Show us your lathe!

All discussion about lathes including but not limited to: South Bend, Hardinge, Logan, Monarch, Clausing and other HSM lathes, including imports

Moderators: GlennW, Harold_V

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Bill Shields
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Re: Show us your lathe!

Post by Bill Shields » Wed May 26, 2021 5:56 am

Too many things going on to bother listing them.

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Re: Show us your lathe!

Post by johnmostyn » Sun Jun 13, 2021 2:48 am

Hi, Im John, From Central Coast NSW Australia. New to machining. Willing to learn. We just recently bought a Optimum TU2506V lathe 2nd hand from a guy who is a machinist in Sydney. Came with a DRO setup, and 4 jaw chuck as well as 3jaw chuck, a MT4 ER32 collet chuck, quick change tool post and 6 extra tool holders, with various cutting tools
, cutoff, and boring bars, MT4centre, MT2 dead centre, MT2 half centre, MT2 Live centre, MT2 die and tap holder MT2 drill chuck, a mini mill attachment and a ball turning post and a slide stop. The original compound slide was taken off but it came with the original compound, and an extra top slide to use the original tool post (4way).
looking forward to many hours of learning and playing around with it. Have enrolled in TAFE in a machining course to help me along quicker with the learning process.

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Re: Show us your lathe!

Post by rmac » Sun Jun 13, 2021 7:25 am

Welcome, John, and congratulations on your new lathe. You'll find lots of friendly and experienced folks here who'll be happy to help with answers to your questions.

-- Russell Mac

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Re: Show us your lathe!

Post by NP317 » Sun Jun 13, 2021 10:12 am

Welcome John.
Smart that you have found a machining course to attend.
That will be your best way to start enjoying the creative world of "making chips."
Your Optimum lathe looks like a good machine to begin your journey.

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Re: Show us your lathe!

Post by johnmostyn » Mon Jun 14, 2021 12:55 am

thanks Guys for the welcome,
looking forward to learning lots.
Just going through all the posts on the forum ATM

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Re: Show us your lathe!

Post by Kay_B » Fri Jul 23, 2021 4:04 am

Not so long ago I got carried away with woodwork and recently finally decided to buy a lathe specifically for woodworking. I found a good article, but since I don't have a lot of experience, I can't choose the right machine for my needs. Maybe someone can tell?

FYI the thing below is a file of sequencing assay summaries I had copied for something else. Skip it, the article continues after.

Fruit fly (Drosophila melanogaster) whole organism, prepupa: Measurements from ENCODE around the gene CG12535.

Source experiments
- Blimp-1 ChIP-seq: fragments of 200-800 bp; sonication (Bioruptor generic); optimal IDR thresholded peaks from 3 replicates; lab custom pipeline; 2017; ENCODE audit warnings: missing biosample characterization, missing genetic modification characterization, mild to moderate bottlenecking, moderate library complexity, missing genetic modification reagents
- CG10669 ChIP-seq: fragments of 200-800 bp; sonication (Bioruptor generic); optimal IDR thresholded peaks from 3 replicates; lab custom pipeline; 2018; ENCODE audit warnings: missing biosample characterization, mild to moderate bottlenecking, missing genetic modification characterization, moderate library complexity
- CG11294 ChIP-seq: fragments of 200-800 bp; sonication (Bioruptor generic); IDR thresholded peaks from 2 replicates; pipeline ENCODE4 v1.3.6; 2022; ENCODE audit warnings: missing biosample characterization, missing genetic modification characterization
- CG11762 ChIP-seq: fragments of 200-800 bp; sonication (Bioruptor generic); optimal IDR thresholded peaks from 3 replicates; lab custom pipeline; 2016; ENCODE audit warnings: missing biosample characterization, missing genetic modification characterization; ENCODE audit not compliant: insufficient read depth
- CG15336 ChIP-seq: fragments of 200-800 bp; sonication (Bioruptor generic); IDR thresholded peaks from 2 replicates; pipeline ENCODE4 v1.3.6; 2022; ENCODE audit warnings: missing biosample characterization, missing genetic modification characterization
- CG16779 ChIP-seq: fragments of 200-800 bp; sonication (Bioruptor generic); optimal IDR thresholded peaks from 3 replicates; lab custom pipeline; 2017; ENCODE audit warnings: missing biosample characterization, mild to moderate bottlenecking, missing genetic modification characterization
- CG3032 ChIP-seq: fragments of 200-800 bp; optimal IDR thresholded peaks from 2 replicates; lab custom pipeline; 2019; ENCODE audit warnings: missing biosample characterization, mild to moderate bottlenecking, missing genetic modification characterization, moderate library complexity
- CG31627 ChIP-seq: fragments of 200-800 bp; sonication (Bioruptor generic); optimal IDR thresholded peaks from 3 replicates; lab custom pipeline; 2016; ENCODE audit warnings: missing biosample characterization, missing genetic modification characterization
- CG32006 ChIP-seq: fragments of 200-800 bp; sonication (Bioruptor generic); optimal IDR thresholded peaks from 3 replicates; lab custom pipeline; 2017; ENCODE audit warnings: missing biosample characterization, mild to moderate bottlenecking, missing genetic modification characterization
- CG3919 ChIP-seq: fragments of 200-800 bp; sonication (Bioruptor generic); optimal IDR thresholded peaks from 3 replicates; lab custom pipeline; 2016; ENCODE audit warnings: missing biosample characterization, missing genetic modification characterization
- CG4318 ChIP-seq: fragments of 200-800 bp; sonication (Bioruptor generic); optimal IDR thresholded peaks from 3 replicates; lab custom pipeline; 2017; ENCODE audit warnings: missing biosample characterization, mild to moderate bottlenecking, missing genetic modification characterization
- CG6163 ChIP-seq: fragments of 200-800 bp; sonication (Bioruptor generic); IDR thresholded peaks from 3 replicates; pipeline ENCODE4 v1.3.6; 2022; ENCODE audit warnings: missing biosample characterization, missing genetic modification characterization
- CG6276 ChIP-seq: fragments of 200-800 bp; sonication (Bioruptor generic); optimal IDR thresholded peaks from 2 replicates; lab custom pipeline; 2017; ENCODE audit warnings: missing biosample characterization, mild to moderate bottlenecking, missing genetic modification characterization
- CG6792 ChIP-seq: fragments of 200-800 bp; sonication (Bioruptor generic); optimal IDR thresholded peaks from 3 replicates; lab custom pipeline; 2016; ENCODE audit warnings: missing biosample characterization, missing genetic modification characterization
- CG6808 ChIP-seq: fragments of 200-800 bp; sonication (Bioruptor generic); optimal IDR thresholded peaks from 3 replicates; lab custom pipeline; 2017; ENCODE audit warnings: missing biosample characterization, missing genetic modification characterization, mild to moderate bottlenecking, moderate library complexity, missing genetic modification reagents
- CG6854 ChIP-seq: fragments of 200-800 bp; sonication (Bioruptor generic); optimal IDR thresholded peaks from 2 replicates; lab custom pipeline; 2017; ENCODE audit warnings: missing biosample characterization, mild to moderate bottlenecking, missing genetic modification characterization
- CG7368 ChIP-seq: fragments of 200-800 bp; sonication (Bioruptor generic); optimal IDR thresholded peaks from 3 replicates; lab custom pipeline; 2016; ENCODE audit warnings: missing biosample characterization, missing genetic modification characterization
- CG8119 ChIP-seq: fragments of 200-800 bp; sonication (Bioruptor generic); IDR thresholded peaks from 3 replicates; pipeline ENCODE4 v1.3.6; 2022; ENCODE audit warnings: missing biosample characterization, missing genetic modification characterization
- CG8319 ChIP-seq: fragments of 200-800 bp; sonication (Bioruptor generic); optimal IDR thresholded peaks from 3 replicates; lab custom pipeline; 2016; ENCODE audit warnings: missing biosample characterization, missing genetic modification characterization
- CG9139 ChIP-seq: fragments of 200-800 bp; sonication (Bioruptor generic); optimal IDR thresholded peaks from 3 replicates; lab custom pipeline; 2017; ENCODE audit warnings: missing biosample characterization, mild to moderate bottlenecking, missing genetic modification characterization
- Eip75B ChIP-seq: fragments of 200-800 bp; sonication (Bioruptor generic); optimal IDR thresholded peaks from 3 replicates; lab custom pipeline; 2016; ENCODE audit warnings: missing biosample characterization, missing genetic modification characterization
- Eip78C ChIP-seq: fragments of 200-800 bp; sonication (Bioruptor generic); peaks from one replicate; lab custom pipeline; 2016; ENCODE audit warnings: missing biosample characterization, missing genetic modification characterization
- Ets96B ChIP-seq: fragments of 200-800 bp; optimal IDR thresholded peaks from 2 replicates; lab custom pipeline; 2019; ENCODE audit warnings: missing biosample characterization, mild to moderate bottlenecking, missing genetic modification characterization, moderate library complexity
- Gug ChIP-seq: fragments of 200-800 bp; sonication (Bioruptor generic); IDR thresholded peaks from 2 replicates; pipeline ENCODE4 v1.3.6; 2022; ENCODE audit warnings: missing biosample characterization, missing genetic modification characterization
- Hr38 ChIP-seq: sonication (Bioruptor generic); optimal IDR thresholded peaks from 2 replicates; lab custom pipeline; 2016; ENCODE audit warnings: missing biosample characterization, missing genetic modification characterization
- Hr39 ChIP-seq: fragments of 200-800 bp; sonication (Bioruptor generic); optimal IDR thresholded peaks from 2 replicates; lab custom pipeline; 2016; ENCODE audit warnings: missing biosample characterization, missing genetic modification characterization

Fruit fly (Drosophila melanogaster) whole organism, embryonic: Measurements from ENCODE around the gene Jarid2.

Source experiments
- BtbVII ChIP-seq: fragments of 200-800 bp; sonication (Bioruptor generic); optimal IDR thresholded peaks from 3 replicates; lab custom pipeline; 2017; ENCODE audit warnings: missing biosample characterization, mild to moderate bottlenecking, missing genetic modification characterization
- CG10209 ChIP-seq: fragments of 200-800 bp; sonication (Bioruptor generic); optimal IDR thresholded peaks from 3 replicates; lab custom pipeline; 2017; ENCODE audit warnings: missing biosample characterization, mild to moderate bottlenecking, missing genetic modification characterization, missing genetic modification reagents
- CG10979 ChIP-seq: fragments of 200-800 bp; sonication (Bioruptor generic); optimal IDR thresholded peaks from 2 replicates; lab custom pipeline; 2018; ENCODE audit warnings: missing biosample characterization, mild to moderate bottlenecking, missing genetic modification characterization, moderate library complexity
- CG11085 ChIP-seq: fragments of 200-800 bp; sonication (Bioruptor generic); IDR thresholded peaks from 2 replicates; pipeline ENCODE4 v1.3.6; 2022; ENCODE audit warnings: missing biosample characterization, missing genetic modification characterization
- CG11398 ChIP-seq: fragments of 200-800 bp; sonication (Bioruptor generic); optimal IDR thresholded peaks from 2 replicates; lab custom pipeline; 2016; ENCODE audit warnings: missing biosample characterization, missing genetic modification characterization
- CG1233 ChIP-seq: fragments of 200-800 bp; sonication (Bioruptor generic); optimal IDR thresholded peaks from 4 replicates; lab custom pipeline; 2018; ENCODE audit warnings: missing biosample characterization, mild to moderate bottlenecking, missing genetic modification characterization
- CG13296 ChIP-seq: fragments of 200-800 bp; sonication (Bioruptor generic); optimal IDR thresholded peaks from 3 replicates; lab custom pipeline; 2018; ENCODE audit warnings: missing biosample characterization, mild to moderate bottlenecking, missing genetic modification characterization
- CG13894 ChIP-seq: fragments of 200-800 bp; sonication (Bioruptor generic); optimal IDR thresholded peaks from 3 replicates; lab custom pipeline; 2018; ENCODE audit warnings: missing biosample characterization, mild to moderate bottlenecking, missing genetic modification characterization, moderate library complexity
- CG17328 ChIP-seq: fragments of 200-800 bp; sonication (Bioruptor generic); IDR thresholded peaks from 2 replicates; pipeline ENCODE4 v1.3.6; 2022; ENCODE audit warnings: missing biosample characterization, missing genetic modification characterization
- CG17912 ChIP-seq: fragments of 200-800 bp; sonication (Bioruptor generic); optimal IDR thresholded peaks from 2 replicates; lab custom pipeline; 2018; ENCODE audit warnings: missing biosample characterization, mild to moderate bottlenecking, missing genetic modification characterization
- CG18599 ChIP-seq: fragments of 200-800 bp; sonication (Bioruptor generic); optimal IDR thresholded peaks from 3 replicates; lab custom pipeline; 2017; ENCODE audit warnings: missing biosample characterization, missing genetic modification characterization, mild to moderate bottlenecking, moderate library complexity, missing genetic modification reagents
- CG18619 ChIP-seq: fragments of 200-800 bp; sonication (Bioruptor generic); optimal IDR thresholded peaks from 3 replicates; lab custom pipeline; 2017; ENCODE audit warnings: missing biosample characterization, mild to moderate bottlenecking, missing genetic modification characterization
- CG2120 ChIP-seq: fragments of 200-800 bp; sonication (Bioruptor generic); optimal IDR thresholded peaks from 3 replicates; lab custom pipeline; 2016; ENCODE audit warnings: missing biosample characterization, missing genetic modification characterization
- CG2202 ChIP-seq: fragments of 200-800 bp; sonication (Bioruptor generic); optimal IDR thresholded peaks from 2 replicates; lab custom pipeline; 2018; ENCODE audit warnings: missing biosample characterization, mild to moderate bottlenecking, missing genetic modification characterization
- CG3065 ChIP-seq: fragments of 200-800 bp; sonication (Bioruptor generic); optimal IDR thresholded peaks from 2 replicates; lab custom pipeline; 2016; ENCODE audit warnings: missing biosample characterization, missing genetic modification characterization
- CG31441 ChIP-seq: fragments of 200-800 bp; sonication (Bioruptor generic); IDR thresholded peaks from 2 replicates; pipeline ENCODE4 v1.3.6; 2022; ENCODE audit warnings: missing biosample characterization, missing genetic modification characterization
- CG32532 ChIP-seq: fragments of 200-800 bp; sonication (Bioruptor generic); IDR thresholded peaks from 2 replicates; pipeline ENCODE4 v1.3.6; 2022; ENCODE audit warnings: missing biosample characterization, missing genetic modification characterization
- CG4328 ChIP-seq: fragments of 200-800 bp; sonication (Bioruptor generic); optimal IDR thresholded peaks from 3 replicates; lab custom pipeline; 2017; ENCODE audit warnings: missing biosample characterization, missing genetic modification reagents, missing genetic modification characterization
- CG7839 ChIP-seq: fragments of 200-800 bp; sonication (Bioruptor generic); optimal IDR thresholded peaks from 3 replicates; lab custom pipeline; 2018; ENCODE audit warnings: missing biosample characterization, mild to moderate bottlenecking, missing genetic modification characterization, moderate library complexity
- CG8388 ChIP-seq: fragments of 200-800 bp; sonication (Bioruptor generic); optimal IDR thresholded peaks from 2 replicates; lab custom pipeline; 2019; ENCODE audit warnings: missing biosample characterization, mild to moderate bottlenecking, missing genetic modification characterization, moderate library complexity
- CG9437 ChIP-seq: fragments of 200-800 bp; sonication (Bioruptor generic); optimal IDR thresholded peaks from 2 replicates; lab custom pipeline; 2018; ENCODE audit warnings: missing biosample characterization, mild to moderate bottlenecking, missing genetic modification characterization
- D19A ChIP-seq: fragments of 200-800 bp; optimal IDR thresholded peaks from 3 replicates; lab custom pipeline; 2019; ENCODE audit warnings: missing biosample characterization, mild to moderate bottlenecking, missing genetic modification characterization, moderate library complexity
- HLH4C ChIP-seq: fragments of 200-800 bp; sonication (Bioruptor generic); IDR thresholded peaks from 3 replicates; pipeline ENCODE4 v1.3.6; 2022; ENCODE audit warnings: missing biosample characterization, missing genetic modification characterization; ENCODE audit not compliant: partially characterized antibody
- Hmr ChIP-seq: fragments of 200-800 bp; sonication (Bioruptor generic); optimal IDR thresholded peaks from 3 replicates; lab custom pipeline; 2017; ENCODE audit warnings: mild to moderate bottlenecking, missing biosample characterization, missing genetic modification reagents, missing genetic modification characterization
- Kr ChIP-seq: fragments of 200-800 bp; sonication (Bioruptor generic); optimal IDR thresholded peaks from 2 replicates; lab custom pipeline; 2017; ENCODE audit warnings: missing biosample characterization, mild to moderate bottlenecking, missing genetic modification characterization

Russ Hanscom
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Re: Show us your lathe!

Post by Russ Hanscom » Fri Jul 23, 2021 9:22 am

Like ever thing, depends on what you want to do'; and then add a generous allowance! I do my limited wood turning on my 13" swing metal lathe.

Mt brother, who is a serious wood turner, has several wood lathes. A wide speed range, and the ability to turn on the outside of the head stock are desirable features. He has added riser blocks to get more swing for bowl and platter turning.

Anyone near you in the wood turning hobby that you can visit and query?

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Re: Show us your lathe!

Post by pete » Fri Jul 23, 2021 9:48 am

I guess I'm a heretic who should be burned by any real wood workers and use my 11" x 27" metal working lathe for any minor wood turning I do Kay. Clean up is a pita but it's workable. Like Russ just posted, buying a proper wood turning lathe is really not much different than choosing a metal turning one. It's just a factor of your project size for swing and between centers length. Figure out what you want to do, how large it might be and find one that will fit your part requirements. Doing mostly spindle type work obviously would have a priority of length verses turning larger diameter bowl or platter type work. Maybe a bit OT to what you asked, but if anything wood working and especially wood turning seems to be rigidly locked into tradition for there machine design. Afaik most or maybe all hobby level wood turning lathes have small spindle through holes, threaded spindles for chuck and part mounting etc. The world has found much better spindle designs at least 50 or more years ago. And while those tiny through holes and threaded chuck mounts can be made to work, there's certainly much better. I always thought if I was really going to get into wood turning it would be better to find a 12"-14" swing metal turning lathe with decent head stock bearings, strip the carriage off it and add a simple tool rest. Most of us are somewhat limited in shop space so that may not be a workable idea for you.